Australia is one of the least densely-populated nations in the world, with our cities and architecture being designed accordingly. But what will happen when our population inevitably grows?
Population density definition
Population density is defined as the number of people living in a unit of area (eg. The number of people per square kilometre). The population density formula is simply: population ÷ area.
Australia’s population density
As of 2019, Australia has an estimated population of 25.09 million. According to the latest UN data, Australia has a population density of 3.22 people/sq km. This puts Australia at 228th in the world in terms of population density, sitting between Iceland and Namibia.
Population density by city
The most populated city in Australia is Sydney, with a recorded population of 5.48 million and a density of 407 people/sq km. The least populated city in Australia is Darwin, with a population of 148,564 and a density of 703 people/sq km. Despite a population of 2.48 million, Brisbane only has a density of 145 people/sq km.
Australia’s population density by state and territory
Among the states and territories, the Australian Capital Territory has the highest population density at 171 people/sq km, followed by Victoria (27), NSW (9.7) and Tasmania (7.6). The remaining states and territories have population densities below the Australian figure, with the Northern Territory having the lowest population density at just 0.2 people/sq km.
Population density by country
The most densely populated country is Monaco (26,105.37 people/sq km). The second-most dense country is China Macao SAR (21,151.10), while the least densely populated country is Greenland (0.14).
The world’s most dense cities
Monaco and China may be the world’s most densely populated countries, but the cities with the highest population density include Dhaka, Bangladesh (44,500 people/sq km), Mumbai, India (31,700 people/sq km) and Medellin, Colombia (19,700 people/sq km).
Population density and architecture
When the population becomes more dense, this tends to impact architecture in that there is an influx of apartments and high-rise buildings as well as a lack of green space. Stress is also placed on transport and other infrastructure which needs to be developed quickly to serve these growing cities.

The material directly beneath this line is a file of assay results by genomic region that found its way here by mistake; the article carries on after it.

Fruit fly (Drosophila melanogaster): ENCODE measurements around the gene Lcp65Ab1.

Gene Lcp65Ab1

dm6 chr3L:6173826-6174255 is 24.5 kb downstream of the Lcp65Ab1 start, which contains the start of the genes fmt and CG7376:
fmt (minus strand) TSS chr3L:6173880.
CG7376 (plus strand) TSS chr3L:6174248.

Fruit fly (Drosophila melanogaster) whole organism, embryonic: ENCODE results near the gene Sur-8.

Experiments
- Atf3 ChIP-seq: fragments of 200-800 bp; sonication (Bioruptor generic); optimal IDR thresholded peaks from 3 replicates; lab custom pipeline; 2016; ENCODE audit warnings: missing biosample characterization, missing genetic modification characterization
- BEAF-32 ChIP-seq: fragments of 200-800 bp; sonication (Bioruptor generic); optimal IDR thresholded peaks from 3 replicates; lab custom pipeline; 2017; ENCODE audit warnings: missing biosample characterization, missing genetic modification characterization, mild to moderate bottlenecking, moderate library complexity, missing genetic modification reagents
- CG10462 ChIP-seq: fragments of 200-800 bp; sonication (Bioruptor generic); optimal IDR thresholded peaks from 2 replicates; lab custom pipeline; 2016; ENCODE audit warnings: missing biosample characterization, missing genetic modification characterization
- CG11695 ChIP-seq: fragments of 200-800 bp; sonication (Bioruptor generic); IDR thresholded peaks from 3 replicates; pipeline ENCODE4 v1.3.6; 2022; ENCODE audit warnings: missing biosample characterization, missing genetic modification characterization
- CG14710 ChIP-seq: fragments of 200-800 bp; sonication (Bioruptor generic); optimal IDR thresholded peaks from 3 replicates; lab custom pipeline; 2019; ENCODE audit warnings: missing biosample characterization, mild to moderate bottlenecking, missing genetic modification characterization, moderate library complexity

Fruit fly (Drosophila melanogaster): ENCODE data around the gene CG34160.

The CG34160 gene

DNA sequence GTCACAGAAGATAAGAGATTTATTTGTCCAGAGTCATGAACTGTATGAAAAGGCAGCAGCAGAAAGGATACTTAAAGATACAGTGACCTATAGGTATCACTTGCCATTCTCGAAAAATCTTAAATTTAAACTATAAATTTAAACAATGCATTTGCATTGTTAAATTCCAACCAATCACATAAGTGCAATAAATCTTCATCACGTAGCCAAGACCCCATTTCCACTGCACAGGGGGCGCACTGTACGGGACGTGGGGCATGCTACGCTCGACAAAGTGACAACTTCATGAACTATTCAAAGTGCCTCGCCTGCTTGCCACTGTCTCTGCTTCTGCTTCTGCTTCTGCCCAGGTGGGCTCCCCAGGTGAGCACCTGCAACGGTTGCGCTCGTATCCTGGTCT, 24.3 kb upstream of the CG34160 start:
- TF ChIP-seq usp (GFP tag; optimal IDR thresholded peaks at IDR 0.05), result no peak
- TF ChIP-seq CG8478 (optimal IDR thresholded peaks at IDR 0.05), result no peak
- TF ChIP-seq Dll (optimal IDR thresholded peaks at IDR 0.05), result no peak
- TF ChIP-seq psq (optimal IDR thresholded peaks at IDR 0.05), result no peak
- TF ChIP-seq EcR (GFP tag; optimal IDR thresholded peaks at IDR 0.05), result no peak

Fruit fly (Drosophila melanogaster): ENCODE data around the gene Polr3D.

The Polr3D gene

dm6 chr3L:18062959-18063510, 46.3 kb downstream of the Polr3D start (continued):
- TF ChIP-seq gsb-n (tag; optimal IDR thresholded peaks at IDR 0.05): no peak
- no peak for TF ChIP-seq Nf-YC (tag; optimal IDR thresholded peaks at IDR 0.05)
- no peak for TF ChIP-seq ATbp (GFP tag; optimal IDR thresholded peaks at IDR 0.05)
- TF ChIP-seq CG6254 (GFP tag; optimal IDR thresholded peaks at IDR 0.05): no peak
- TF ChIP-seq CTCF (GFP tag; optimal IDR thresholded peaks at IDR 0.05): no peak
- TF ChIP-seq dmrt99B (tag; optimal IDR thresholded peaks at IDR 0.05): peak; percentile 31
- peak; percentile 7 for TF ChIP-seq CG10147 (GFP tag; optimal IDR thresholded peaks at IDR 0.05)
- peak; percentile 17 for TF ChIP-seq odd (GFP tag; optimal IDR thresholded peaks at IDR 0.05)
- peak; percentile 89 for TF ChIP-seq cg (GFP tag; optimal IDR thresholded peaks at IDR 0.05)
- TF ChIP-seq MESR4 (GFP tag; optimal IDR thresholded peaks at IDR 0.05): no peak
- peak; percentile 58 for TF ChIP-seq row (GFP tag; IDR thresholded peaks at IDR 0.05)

This can sometimes result in building defects, as has been seen a number of times in China for example, which is a very densely-populated nation. Australia is not immune to these problems and it is important that we plan appropriately for development before population growth.
One of the biggest issues we are starting to deal with is housing. With more and more people clustering around big cities rather than rural or farm areas, there is an increasing number of families living in apartment dwellings. The problem with this is that many of our new apartment dwellings are geared towards investors and luxury buyers and there is a lack of affordable medium-density housing. Countries like Sweden are a good example of how apartments can be family-friendly, with most apartment buildings being built on the “human scale” of three to five storeys.
It is also important that we preserve our green space and create places for communities to gather, as a way to reduce the social isolation that can be prevalent in big cities, and to promote health and activity among residents. Parks and playgrounds are also crucial spaces for children to play, grow and develop.
Finally, while this is currently not common in Australia, as the population grows we will need to consider the flexibility of private and semi-private property. Spaces such as schools could easily be opened up to the community after hours for a wide range of activities, like the pioneering South Melbourne Primary School.
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